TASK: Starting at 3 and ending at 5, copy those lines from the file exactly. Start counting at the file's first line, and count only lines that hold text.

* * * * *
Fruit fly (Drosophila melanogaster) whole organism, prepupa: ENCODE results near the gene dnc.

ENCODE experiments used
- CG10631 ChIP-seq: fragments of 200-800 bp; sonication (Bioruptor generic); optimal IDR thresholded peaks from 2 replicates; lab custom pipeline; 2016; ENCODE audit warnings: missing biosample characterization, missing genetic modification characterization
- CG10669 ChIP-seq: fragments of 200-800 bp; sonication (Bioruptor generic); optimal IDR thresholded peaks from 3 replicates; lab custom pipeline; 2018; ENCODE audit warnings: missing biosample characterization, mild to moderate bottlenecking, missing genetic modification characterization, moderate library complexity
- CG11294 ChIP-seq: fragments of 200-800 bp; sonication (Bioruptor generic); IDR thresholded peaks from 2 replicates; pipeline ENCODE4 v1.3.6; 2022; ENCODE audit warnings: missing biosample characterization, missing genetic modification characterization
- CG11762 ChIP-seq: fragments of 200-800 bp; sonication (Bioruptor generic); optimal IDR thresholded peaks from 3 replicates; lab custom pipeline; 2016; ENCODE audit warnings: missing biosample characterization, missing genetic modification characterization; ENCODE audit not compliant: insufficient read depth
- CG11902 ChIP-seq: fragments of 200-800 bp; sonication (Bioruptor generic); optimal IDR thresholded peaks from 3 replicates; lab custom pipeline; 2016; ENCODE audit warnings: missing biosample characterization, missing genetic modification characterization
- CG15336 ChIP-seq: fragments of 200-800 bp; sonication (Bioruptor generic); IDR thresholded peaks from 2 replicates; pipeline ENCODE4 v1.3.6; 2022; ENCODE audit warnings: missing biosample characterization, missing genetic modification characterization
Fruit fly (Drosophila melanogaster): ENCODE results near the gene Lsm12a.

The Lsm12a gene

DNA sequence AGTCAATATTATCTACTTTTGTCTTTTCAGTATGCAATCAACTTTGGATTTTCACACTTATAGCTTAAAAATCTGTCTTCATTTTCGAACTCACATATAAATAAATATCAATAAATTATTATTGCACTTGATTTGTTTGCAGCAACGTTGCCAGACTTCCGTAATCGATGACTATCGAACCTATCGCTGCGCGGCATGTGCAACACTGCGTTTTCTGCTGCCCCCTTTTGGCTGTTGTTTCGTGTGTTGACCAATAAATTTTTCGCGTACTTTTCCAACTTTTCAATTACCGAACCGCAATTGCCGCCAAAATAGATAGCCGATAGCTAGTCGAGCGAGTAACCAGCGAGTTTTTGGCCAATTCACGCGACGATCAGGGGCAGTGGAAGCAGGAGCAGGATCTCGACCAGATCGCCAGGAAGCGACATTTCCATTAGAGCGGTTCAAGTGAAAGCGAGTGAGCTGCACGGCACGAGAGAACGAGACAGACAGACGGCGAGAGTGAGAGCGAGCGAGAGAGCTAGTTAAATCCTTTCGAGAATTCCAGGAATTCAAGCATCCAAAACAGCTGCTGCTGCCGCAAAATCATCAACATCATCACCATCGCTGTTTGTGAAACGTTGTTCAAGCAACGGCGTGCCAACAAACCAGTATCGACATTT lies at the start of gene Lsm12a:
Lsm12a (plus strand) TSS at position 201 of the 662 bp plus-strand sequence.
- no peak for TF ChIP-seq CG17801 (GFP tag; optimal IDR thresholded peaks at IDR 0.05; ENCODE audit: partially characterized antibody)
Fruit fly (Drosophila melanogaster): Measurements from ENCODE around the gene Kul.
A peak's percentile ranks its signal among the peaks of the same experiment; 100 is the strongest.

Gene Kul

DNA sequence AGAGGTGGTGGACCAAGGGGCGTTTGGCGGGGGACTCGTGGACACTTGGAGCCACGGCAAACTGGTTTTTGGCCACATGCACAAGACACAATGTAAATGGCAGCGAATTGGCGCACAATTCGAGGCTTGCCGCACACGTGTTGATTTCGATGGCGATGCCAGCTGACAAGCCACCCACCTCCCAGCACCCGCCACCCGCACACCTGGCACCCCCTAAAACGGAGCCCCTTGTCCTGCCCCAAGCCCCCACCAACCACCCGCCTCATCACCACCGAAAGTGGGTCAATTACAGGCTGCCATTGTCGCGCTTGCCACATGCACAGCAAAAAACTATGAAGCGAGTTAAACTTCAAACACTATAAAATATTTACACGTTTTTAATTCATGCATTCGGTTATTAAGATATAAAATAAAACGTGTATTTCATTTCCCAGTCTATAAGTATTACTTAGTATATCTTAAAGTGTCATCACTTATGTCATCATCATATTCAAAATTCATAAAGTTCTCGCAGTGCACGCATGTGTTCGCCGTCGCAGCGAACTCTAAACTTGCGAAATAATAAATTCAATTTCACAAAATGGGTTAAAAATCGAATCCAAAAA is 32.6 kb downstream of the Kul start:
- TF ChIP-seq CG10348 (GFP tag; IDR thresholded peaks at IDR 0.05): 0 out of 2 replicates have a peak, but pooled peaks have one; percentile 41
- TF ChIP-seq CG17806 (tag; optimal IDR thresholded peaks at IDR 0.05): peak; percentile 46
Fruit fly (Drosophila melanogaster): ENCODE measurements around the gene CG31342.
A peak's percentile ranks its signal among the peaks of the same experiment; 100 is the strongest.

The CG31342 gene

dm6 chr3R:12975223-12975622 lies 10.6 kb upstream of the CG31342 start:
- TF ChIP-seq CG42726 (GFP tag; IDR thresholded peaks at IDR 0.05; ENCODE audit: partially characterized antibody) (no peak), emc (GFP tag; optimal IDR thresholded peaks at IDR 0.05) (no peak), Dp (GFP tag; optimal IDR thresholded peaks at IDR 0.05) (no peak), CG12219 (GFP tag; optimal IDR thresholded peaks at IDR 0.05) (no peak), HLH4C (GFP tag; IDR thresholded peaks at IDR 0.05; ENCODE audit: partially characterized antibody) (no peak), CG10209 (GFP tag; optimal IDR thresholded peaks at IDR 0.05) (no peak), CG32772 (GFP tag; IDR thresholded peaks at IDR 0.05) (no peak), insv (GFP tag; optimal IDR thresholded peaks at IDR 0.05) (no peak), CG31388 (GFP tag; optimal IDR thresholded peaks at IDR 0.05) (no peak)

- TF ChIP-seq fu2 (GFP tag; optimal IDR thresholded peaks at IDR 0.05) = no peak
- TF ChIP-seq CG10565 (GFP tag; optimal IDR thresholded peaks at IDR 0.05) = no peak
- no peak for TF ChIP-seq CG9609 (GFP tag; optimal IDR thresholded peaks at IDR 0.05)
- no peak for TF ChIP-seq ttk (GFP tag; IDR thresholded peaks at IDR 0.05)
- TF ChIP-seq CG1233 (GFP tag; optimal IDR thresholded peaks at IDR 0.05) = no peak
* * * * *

- CG10631 ChIP-seq: fragments of 200-800 bp; sonication (Bioruptor generic); optimal IDR thresholded peaks from 2 replicates; lab custom pipeline; 2016; ENCODE audit warnings: missing biosample characterization, missing genetic modification characterization
- CG10669 ChIP-seq: fragments of 200-800 bp; sonication (Bioruptor generic); optimal IDR thresholded peaks from 3 replicates; lab custom pipeline; 2018; ENCODE audit warnings: missing biosample characterization, mild to moderate bottlenecking, missing genetic modification characterization, moderate library complexity
- CG11294 ChIP-seq: fragments of 200-800 bp; sonication (Bioruptor generic); IDR thresholded peaks from 2 replicates; pipeline ENCODE4 v1.3.6; 2022; ENCODE audit warnings: missing biosample characterization, missing genetic modification characterization